One of the main parameters in the construction of extractors is $k$, the min-entropy of the source distribution. In practice, suppose we want to extract randomness from a given source $S$. How do we determine $k$ in this source $S$? More generally, how do we quantify the amount of (extracted) randomness in the output distribution of the extractor.


1 Answer 1


In practice, if you want to extract randomness from a source $S$, you don't use an extractor. Instead, you use a cryptographic hash function and hash the data from the source. (This is how cryptographic-strength pseudo-random number generators distill randomness from many non-uniformly distributed sources of randomness.) This can be proven safe in the random oracle model.

Of course, if you care mostly about theoretical bounds, extractors are better because they provide provable bounds without requiring cryptographic assumptions, so theoretical work will naturally focus on extractors -- but if you want to do this in practice, that consideration is less important. If you want to do this in practice, I recommend you use a cryptographic hash function, as the assumptions are reasonable and you get something that does not waste any entropy. (And before you reject the idea of depending upon cryptographic assumptions: Hey, if it's good enough to protect e-commerce and banks and classified documents, it's probably good enough for your purposes.)

If you use a cryptographic hash function, the bottom line (essentially) is that all of the entropy of the source is preserved (up to the security level of the cryptographic hash function). So, quantifying the amount of extracted randomness comes down to quantifying how much randomness is present in the source.

There is no good black-box way to determine the min-entropy of the source distribution. So, in practice, you don't try to determine the min-entropy of a source through observational methods (e.g., observing many samples and then doing something). Instead, you need to have a model of how the source works, and to derive estimates of its entropy based upon that model. That model might be based upon the physics of the source or other domain-specific assumptions. This is not a question that algorithms can help you with much.

Why is it hard to estimate the min-entropy of a source? Consider two sources: $S_1$ outputs a random $1000$-bit value $x$ (distributed uniformly at random); $S_2$ picks a random $128$-bit value $k$, then uses AES in CTR mode (a secure pseudorandom generator) to stretch $k$ to a $1000$-bit value $y$, and outputs $y$. Notice that, assuming AES is secure, there is no feasible way to distinguish source $S_1$ from source $S_2$ by just observing their outputs: any algorithm for distinguishing the two sources would require something like $2^{128}$ steps of computation. However, the min-entropy of $S_1$ is very different from the min-entropy of $S_2$ ($1000$ bits vs $128$ bits). This example shows that computing the min-entropy of a source is a difficult in general, so you should not expect to find any efficient algorithm to do that for you based solely on observing some outputs from the source.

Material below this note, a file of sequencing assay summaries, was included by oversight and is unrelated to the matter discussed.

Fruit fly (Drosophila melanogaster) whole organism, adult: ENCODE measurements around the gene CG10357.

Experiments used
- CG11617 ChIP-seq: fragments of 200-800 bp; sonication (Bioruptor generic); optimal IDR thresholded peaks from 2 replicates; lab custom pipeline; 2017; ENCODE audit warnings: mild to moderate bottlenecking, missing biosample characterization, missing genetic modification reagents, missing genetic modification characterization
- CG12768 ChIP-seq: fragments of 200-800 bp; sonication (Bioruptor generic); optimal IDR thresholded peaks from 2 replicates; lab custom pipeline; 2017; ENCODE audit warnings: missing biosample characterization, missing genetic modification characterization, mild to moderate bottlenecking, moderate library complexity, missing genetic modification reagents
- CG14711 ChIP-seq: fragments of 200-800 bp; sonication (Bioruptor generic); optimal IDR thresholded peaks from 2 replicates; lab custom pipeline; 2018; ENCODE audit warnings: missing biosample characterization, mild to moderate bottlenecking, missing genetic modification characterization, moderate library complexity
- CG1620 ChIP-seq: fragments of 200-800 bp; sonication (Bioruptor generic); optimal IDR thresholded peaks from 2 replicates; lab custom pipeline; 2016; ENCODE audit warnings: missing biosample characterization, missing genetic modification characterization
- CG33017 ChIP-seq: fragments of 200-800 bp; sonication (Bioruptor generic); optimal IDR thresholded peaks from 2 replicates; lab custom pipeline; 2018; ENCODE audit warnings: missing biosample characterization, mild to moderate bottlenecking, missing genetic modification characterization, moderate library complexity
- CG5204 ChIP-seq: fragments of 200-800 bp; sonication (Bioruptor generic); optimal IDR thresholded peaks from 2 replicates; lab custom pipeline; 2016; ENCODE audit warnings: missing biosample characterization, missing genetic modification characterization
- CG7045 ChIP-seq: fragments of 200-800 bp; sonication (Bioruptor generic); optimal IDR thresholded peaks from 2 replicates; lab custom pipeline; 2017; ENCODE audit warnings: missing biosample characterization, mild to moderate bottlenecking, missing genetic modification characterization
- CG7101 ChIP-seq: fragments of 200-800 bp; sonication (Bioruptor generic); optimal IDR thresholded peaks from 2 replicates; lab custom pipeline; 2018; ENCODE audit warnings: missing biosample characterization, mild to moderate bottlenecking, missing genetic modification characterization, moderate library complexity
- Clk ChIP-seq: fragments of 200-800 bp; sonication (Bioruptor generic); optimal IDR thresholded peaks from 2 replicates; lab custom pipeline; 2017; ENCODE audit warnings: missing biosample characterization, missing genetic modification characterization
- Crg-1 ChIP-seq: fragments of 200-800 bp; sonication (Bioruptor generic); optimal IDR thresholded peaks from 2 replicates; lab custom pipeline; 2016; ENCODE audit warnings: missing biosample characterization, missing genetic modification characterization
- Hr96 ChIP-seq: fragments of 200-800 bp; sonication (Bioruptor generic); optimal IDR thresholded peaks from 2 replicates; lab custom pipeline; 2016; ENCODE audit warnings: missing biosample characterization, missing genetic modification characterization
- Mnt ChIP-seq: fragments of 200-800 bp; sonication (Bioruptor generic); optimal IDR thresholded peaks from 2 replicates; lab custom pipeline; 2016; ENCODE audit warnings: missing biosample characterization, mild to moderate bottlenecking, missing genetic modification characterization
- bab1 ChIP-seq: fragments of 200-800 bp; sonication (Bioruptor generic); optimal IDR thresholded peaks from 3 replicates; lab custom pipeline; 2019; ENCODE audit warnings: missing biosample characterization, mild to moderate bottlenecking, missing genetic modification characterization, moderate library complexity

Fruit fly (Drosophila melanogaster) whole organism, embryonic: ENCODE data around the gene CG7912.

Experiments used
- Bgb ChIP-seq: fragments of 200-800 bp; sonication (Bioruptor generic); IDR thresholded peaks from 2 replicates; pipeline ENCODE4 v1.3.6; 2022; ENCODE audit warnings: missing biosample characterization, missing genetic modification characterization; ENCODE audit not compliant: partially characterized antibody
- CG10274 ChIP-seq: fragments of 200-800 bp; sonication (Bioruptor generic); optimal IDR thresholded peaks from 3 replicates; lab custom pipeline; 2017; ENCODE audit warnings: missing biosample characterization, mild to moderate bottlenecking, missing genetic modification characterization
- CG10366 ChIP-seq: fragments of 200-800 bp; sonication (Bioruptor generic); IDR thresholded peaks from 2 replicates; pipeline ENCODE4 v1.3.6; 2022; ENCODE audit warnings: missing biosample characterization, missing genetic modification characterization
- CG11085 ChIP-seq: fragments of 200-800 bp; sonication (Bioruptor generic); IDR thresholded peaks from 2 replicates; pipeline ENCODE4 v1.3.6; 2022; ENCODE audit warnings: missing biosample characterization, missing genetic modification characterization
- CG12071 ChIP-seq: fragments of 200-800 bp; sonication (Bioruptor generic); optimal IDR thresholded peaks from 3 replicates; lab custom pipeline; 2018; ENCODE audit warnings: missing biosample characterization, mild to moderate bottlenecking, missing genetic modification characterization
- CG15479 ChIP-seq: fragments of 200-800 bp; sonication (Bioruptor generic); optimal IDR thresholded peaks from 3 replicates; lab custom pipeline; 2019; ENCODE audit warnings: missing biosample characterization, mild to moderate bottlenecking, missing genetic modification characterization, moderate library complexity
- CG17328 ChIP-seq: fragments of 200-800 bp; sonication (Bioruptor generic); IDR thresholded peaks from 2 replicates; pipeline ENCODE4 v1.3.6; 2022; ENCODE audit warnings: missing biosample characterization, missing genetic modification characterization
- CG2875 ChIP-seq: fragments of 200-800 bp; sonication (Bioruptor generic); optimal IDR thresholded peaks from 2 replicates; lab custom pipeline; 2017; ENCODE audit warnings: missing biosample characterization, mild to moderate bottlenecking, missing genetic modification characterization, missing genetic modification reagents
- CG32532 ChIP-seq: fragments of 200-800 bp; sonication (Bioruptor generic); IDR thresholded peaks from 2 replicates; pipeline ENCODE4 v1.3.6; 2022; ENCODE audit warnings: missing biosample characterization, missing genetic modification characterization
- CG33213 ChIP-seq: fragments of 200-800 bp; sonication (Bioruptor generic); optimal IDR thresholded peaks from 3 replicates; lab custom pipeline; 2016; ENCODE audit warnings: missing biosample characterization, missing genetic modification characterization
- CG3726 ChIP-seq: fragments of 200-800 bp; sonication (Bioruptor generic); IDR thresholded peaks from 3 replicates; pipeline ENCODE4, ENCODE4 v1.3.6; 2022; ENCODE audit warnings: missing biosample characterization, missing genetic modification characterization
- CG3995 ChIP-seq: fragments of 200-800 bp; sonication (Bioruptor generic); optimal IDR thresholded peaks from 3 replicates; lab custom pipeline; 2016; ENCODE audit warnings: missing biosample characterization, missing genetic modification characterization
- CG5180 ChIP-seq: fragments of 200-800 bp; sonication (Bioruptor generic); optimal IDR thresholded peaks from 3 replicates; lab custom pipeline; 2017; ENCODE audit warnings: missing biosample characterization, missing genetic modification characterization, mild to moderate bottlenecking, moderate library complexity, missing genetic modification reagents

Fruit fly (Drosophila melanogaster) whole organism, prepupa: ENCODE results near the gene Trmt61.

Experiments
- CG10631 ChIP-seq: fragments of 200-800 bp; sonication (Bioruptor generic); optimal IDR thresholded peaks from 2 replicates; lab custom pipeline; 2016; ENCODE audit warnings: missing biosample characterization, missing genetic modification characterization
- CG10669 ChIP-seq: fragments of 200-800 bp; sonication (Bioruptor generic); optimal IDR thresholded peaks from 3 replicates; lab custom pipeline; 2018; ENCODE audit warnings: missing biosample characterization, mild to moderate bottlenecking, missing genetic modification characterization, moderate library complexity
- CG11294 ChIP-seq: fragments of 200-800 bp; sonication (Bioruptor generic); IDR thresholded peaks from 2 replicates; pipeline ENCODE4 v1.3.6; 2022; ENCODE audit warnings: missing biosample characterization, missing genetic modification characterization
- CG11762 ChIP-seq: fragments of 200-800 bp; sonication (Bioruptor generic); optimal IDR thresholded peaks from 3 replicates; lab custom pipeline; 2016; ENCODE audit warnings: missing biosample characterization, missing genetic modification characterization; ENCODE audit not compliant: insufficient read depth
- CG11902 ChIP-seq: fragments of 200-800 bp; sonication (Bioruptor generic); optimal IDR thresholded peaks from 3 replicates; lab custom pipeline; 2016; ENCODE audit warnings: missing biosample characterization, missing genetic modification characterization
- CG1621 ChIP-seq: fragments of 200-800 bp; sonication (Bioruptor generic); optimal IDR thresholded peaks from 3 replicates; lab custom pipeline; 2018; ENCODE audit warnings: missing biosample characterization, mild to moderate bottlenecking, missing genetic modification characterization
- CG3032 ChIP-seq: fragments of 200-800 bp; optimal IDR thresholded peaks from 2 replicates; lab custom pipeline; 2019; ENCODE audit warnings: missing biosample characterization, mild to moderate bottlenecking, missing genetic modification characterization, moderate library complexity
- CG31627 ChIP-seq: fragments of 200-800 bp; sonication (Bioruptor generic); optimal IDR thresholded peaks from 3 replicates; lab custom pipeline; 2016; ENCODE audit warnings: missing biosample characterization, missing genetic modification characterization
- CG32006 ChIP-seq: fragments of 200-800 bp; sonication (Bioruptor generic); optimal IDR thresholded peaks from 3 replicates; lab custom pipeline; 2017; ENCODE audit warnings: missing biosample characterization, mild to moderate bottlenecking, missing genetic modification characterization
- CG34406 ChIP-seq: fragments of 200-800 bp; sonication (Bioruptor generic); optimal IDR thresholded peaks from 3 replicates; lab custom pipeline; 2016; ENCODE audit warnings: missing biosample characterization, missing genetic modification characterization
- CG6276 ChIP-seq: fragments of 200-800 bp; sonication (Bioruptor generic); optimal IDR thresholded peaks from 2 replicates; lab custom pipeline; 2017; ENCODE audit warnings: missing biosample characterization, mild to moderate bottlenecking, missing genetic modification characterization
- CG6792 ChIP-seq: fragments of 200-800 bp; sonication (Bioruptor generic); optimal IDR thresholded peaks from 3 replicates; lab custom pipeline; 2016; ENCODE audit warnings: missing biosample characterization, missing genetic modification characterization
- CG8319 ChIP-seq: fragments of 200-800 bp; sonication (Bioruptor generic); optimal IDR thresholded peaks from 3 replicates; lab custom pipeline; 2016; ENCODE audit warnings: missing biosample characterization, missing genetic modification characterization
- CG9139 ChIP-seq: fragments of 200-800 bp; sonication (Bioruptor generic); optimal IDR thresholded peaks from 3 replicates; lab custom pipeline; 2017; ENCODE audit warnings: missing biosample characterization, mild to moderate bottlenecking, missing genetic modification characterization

For a more rigorous treatment of the complexity of estimating the min-entropy, see e.g. the following paper:

The bottom line is that it's hard. (Thanks to epsfooling for pointing me to this paper.)

The literature on cryptographic pseudorandom number generators has lots more on this topic.

  • $\begingroup$ I don't really understand your answer. There are non-trivial algorithms for estimating entropy based on samples generated by a source (cseweb.ucsd.edu/~dasgupta/papers/jent0409.pdf). For estimating min-entropy, you could use the relation $-\frac{1}{2}\log \|p\|_2^2 \leq H_\infty(p) \leq - \log \|p\|_2^2$, where $\|p\|_2^2$ is the collision probability and then estimate $\|p\|_2^2$ (as in Lemma 4 of people.cs.umass.edu/~mcgregor/papers/06-oracles.pdf). I haven't worked out details though. $\endgroup$
    – arnab
    Commented Jan 13, 2015 at 15:50
  • $\begingroup$ @arnab, yes, there are algorithms, but they all require exponentially many samples (exponential in the entropy), so I would not consider them efficient algorithms. Your proposed approach falls into that category. If we have a uniform distribution with $k$ bits of entropy, the collision probability is $1/2^k$, so to estimate the collision probability, you'll need $\Omega(2^k)$ samples. My example in the next-to-last paragraph shows that this has to be the case, no matter what algorithm you consider (assuming the existence of strong crypto / one-way functions). $\endgroup$
    – D.W.
    Commented Jan 13, 2015 at 17:28
  • $\begingroup$ Here is more on the complexity of estimating the min-entropy cs.toronto.edu/~thomasw/papers/min.pdf. The upshot is it's hard, particularly $\mathsf{SBP}$-complete. $\endgroup$
    – epsfooling
    Commented Jan 13, 2015 at 17:32
  • $\begingroup$ Thanks, @epsfooling! I've updated my answer accordingly. $\endgroup$
    – D.W.
    Commented Jan 13, 2015 at 17:37
  • $\begingroup$ @D.W., epsfooling : thanks! I guess our definitions of "efficient" differ :) For me, any algorithm with $o(n)$ sample complexity and a provable approximation factor is non-trivial, and the techniques of Batu et al. should yield such an algorithm. $\endgroup$
    – arnab
    Commented Jan 13, 2015 at 19:31

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